The latest figures show a reduction in road casualties at speed camera sites across Scotland. ‘Key Scottish Safety Camera Programme Statistics, 2010’, published by the country’s chief statistician, reveals that the number of people killed or seriously injured at camera sites between 2008 and 2010 was around 63% lower than in the three-year period prior to speed camera enforcement. During the pre-enforcement baseline period, an average of 341 people were killed or seriously injured per year across the camera sites, and this fell to 127 per year for 2008-2010. The figures relate to 164 fixed, 205 mobile and 41 red-light cameras located across the country.
The total number of personal injury accidents at safety camera sites fell by 47%, from an average of 1,105 per year to 586 per year. “With an average of 10 fewer accidents involving injuries every week at safety camera sites, it is clear that cameras are helping to reduce the misery caused by crashes across Scotland,” said Kathleen Braidwood, road safety officer at RoSPA (Royal Society for the Prevention of Accidents) Scotland. “The use of cameras is part of a comprehensive strategy to prevent speed-related accidents across Scotland, involving many partners and a variety of approaches. All road users have a responsibility for helping to make Scotland’s roads safer, and one of the things motorists can do is ensure they always drive according to the conditions and within the speed limit.”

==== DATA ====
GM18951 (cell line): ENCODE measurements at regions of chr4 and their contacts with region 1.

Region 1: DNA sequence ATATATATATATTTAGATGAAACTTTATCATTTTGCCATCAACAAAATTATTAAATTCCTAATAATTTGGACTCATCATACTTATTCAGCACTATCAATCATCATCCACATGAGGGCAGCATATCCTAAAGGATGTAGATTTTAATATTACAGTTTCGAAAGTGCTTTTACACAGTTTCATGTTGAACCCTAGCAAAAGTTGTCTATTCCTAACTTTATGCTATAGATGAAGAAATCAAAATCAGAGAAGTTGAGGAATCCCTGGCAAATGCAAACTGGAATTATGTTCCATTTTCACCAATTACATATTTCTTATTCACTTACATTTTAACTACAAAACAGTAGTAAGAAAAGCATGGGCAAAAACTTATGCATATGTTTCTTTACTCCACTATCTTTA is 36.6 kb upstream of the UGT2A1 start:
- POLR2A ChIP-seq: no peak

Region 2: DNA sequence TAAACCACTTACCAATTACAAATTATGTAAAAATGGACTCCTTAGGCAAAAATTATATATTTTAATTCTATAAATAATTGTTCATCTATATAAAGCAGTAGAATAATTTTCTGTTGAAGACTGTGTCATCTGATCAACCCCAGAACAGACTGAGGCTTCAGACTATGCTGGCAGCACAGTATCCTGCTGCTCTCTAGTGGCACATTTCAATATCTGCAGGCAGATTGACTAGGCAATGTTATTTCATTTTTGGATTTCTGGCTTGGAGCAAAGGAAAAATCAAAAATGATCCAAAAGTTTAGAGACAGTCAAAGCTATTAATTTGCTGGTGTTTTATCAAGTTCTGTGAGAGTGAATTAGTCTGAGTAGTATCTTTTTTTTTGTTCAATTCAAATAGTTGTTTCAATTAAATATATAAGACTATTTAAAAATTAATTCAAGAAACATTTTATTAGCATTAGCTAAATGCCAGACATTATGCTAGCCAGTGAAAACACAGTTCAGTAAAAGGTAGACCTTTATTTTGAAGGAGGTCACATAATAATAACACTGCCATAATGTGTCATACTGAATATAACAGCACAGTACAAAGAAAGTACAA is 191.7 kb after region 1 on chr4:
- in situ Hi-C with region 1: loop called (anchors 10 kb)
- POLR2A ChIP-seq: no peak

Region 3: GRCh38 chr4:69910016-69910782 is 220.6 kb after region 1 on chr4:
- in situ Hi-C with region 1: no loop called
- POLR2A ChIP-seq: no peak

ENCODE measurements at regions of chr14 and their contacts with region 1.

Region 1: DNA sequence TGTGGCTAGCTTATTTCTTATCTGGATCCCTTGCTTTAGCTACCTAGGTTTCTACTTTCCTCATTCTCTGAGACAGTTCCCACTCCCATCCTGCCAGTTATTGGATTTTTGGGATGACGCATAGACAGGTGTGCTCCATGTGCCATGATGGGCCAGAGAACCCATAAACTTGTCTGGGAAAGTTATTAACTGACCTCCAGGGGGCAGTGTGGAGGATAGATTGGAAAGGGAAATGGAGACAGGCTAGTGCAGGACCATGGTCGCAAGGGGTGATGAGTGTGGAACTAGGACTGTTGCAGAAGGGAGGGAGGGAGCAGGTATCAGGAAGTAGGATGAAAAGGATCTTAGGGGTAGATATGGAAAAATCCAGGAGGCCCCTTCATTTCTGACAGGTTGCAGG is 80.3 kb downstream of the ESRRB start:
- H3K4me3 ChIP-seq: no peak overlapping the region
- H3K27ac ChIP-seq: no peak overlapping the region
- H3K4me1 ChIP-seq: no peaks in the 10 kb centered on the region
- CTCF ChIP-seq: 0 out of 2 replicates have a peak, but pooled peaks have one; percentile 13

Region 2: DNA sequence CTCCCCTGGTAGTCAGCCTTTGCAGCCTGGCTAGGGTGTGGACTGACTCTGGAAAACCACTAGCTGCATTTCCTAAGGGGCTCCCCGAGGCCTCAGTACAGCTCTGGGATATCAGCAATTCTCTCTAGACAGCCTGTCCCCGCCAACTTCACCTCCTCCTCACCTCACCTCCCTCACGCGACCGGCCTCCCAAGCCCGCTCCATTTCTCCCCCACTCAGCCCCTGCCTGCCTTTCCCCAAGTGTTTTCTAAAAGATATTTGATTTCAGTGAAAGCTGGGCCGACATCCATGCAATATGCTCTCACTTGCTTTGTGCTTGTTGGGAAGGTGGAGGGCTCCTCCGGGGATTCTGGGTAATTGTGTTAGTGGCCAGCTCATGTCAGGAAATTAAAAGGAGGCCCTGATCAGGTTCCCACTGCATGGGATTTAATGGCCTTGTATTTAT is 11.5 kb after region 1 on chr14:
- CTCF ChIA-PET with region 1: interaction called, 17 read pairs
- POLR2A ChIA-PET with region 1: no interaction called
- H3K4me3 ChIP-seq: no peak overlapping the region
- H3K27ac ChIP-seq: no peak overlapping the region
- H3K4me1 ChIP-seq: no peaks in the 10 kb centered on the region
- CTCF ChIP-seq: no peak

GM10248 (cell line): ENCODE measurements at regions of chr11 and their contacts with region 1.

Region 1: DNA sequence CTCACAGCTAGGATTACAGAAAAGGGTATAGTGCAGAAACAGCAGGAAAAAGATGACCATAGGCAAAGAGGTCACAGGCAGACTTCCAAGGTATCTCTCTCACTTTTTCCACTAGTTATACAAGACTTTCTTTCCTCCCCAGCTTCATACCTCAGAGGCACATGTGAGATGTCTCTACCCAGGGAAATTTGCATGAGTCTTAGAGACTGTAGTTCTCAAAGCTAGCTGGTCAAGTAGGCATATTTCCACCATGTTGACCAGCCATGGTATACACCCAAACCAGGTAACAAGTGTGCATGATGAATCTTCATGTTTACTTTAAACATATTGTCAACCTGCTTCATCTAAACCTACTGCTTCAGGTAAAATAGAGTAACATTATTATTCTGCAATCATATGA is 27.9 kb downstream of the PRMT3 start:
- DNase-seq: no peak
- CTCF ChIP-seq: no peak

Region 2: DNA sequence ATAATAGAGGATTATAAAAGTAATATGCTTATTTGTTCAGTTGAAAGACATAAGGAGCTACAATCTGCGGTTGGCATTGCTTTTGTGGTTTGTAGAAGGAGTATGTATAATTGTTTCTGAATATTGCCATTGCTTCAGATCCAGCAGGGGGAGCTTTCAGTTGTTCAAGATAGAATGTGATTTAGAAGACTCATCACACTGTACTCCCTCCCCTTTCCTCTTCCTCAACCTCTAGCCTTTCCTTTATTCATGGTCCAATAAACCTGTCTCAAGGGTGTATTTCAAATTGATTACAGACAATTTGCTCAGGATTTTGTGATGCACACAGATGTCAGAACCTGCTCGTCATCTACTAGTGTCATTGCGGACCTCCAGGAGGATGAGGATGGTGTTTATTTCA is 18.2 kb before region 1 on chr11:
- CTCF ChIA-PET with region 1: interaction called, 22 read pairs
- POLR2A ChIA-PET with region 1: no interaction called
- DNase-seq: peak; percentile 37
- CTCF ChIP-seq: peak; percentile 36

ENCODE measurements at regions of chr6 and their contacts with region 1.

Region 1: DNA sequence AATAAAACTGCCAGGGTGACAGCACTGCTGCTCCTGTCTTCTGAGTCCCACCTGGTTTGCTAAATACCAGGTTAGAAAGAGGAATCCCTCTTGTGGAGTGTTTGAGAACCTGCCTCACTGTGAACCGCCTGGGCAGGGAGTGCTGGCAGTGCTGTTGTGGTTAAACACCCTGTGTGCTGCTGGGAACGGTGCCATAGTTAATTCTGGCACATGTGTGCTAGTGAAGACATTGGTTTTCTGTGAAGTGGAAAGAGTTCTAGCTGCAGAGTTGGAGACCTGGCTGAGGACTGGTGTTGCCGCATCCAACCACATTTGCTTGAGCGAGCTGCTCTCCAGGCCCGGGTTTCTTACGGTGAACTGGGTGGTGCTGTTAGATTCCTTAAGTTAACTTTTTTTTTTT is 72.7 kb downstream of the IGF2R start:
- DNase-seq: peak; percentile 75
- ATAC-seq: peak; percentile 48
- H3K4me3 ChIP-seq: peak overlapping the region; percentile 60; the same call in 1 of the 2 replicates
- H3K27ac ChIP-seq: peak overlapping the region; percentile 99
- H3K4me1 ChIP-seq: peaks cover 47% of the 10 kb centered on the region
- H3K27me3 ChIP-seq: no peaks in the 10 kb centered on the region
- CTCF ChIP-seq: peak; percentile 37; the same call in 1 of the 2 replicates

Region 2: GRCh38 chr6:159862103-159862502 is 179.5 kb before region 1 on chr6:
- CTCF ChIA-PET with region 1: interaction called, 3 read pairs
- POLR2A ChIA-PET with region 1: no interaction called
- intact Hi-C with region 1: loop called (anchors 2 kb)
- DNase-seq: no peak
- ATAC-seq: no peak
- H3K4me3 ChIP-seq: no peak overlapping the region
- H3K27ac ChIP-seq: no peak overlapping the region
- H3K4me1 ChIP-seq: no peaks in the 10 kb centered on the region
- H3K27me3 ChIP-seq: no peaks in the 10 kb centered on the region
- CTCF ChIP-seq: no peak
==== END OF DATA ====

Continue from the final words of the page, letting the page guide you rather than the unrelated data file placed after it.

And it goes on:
Source : Traffic Technology International